Is Iraq Our Oil Saviour ?  

Posted by Big Gav in ,

If you've studied the history of Iraqi oil in some detail you'll realise just how dodgy and self-serving this latest piece from the Economist is - whitewashing our oil grab and blaming the current state of the Iraqi oil industry on misfortune and the Iraqis themselves - rather than the seven sisters' policy of restricting Iraqi oil production for many decades. From An oil saviour?:

Iraq has the potential to supply much more oil

The growing concerns in the world energy market about the risks of a supply crunch have been a critical factor behind the recent surge in oil prices to a new record of US$135/barrel. Speculators are betting huge sums on the assumption that the oil market (and other primary energy markets) will remain tight for many years to come, owing to the inelasticity of demand and to the constraints on long-term supply. Saudi Arabia, the world's largest oil exporter, is doing its bit to allay these concerns, but has acknowledged that once its current crop of oilfield projects is complete in around 2013, there will be little scope for further capacity increases. Similar strains are evident in most of the other major oil-producing countries. One significant exception is Iraq, which holds (at least) 10% of the world's proven reserves, but accounts for only 2.5% of total production. Iraq has the potential to furnish a long-term solution to the oil market's long-term supply problem, but it will need to improve dramatically on its recent performance before buyers of oil futures will be convinced that it can deliver.

All about oil

If history had been kinder, Iraq could now be producing at a comparable level to Saudi Arabia. Instead, three wars, 13 years of sanctions and five years of internal conflict have eroded Iraq's oil infrastructure and human capital. However, Iraq also has a history of recovery. Production peaked at over 3.5m barrels/day (b/d) in 1980 on the eve of the Iran-Iraq war, but then averaged less than half that level during the eight-year war. It had nearly recovered to 3.5m b/d in 1990, after which the invasion of Kuwait and the subsequent UN sanctions severely limited exports, and hence production. In the five years before the US-led invasion of 2003, the sanctions regime gradually permitted greater exports, and production was often above 2.5m b/d. However, it fluctuated considerably due to the impact of years of underinvestment, restrictions on the import of spare parts and isolation from the international oil industry.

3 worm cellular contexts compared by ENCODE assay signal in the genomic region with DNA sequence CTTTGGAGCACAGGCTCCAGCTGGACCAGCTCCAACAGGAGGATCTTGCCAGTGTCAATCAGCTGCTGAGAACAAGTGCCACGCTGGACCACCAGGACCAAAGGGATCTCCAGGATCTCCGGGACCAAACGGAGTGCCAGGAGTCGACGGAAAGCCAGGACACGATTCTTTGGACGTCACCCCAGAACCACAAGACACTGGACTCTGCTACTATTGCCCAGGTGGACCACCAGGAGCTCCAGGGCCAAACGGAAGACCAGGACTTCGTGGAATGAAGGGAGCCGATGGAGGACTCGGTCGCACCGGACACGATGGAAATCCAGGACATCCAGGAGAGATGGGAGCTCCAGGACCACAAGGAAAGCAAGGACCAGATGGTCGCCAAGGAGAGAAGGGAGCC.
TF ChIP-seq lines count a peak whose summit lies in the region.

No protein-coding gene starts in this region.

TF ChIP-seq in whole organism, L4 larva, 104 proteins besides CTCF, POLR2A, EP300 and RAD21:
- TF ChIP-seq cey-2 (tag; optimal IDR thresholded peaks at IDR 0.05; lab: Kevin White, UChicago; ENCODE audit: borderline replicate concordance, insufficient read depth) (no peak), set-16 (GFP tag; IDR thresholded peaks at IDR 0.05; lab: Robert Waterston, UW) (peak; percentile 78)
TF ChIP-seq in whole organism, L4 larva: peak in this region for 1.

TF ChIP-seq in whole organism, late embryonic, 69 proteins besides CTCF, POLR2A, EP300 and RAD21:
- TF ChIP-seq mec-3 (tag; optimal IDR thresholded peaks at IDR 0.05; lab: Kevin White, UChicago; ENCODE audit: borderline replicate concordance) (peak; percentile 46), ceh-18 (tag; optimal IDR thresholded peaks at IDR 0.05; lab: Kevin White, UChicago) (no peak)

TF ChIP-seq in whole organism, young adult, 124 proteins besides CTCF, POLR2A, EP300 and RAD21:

This volatility in production has continued in post-Saddam Iraq, although the average level has usually been below 2m b/d, and only exceeded the immediate pre-war level of 2.3m b/d for the first time at the end of 2007. Operations have been frequently disrupted by events ranging from the bombing of pipelines to the murder of oil workers. Moreover, the competition between political factions for influence at every level in the industry—as well as widespread corruption—has not provided suitable conditions for a revival of the industry. There is even concern that damage may have been caused to some fields in order to maintain production at modest levels.

Things may be changing. Iraq's deputy prime minister, Barham Salih, said in April that Iraq's total reserves, could be as high as 350bn barrels, triple the 115bn that has been its officially stated level for many years. The figure is aspirational and should be treated carefully but, given that there has been barely any new exploration of Iraq's promising geology in 30 years, an upward revision of the official reserves figure seems long overdue. This underlines Iraq's uniquely large reserves-to-production (RP) ratio, which was already the world's highest and, based on Mr Salih's estimate and at the expected production level of 2.3m b/d in 2008, would stand at a remarkable 415 years (compared with a world average of about 40 years). If Iraq were able to achieve the average Middle East RP-ratio of 80 years then it would be pumping 4m b/d based on the current reserves, and 12m b/d based on Salih's aspirational estimate. Getting there would take some time, around five years for 4m b/d and probably more than 20 years for the most optimistic level. It would also require Iraq to achieve a sufficient degree of stability. However, if there are promising signs of progress over the next 18 months, then it might be enough to mitigate fears of shortages next decade and dampen the futures market.


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